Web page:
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Margaret Junkin Preston (Маргарет Джанкин Престон)

Calling the Angels in

We mean to do it. Some day, some day,
We mean to slacken this feverish rush
That is wearing our very souls away,
And grant to our hearts a hush
That is only enough to let them hear
The footsteps of angels drawing near.

We mean to do it. Oh, never doubt,
When the burden of daytime broil is o'er,
We'll sit and muse while the stars come out,
As the patriarchs sat in the door
Of their tents with a heavenward-gazing eye,
To watch for angels passing by.

We've seen them afar at high noontide,
When fiercely the world's hot flashings beat;
Yet never have bidden them turn aside,
To tarry in converse sweet;
Nor prayed them to hallow the cheer we spread,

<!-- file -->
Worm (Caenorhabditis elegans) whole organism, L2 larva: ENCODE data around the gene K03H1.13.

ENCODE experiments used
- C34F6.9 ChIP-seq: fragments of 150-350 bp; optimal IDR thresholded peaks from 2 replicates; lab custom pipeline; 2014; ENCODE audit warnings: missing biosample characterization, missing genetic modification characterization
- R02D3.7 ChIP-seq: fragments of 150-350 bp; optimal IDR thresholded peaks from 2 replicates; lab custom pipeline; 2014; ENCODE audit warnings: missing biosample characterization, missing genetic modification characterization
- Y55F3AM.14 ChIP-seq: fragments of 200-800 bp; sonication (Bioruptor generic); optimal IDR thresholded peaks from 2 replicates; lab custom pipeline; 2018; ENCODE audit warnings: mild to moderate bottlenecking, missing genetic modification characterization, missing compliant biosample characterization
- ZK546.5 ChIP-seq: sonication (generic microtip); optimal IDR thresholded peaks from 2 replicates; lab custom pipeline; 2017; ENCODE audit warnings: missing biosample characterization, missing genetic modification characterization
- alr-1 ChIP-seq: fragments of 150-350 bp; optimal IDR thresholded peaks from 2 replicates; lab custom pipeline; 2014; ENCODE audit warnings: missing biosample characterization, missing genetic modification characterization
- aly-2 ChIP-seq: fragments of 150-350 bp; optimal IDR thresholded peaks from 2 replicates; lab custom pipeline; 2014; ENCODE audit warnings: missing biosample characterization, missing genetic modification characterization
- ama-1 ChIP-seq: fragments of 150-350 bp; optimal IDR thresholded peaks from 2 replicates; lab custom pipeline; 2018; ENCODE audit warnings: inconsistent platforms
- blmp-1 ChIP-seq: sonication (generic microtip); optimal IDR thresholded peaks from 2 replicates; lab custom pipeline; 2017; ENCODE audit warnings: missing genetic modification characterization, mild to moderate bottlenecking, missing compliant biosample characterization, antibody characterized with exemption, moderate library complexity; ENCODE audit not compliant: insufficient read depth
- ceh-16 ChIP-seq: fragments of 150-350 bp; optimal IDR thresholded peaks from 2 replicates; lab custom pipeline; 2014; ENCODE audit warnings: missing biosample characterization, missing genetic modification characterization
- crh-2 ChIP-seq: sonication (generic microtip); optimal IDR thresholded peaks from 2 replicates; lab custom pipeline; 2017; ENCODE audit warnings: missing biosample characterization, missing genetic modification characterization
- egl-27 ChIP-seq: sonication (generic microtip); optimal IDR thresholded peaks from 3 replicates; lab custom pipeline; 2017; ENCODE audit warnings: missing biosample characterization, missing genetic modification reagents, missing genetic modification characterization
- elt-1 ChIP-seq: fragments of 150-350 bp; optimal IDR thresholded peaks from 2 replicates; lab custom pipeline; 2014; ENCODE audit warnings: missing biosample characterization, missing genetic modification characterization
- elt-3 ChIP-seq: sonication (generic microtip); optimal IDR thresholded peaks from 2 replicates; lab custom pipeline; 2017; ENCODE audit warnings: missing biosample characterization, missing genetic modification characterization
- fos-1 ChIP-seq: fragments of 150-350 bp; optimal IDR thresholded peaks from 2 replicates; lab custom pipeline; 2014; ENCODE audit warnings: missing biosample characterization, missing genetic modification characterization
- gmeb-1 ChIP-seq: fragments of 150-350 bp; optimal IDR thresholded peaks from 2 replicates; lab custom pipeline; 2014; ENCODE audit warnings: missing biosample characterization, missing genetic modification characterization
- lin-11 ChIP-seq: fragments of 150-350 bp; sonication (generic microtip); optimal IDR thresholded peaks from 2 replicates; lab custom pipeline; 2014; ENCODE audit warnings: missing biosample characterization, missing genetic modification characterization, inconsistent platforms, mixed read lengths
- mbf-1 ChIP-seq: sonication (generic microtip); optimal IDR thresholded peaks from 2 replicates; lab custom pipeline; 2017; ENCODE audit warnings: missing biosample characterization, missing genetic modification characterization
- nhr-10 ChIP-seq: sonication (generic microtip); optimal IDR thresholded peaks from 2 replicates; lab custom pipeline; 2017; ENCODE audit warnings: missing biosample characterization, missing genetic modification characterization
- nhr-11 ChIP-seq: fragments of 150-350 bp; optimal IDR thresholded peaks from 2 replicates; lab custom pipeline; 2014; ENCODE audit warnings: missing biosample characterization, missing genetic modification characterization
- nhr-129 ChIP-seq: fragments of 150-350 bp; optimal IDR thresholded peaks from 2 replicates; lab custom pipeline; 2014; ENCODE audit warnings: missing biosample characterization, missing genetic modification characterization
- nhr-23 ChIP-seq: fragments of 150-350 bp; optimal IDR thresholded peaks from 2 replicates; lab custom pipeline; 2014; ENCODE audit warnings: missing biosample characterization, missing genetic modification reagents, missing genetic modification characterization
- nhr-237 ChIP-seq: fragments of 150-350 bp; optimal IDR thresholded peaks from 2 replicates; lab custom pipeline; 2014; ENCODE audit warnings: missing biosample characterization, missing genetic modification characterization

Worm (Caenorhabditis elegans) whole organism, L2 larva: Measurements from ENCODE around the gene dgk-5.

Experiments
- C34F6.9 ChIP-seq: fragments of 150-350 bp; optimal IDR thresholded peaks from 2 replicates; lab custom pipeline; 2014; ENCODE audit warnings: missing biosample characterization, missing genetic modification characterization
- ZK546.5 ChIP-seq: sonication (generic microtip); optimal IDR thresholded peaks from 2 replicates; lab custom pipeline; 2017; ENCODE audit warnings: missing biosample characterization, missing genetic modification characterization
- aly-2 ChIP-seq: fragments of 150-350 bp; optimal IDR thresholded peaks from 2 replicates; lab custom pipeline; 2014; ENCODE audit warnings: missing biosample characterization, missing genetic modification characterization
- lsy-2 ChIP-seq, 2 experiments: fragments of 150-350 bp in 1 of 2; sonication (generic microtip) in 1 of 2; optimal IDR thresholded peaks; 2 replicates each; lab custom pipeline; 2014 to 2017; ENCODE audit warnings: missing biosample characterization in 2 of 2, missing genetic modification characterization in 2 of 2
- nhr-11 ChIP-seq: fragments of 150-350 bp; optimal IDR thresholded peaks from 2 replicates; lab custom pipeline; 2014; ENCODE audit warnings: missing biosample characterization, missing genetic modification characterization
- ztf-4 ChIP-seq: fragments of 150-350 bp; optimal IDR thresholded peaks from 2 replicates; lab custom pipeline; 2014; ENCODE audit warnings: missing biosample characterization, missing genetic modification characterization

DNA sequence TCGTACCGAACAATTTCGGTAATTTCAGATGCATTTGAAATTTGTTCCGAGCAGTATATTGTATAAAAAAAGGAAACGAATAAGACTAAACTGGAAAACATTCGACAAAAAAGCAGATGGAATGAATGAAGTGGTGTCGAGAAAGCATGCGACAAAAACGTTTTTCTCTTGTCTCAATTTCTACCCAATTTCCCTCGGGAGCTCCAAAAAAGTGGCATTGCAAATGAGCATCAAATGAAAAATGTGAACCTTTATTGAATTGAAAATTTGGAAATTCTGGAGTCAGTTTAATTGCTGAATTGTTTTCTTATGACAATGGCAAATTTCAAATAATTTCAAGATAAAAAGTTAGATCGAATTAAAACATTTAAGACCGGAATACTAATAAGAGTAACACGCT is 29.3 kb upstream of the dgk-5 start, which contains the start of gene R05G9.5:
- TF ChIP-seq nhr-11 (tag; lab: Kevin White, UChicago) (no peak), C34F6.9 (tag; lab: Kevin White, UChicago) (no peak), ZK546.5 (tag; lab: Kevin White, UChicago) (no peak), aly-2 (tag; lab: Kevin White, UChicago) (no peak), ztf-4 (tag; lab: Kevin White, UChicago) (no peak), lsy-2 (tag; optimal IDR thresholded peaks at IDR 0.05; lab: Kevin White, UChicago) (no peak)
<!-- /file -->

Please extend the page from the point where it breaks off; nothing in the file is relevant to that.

To drink of our wine and break our bread.

We promise our hearts that when the stress
Of the life work reaches the longed-for close,
When the weight that we groan with hinders less,
We'll welcome such calm repose
As banishes care's disturbing din,
And then—we'll call the angels in.

The day that we dreamed of comes at length,
When tired of every mocking guest,
And broken in spirit and shorn of strength,
We drop at the door of rest,
And wait and watch as the day wanes on—
But the angels we meant to call are gone!

Margaret Junkin Preston's other poems:
  1. Acceptation
  2. Hymn to the National Flag
  3. Gone Forward
  4. A November Nocturne
  5. The Shade of the Trees

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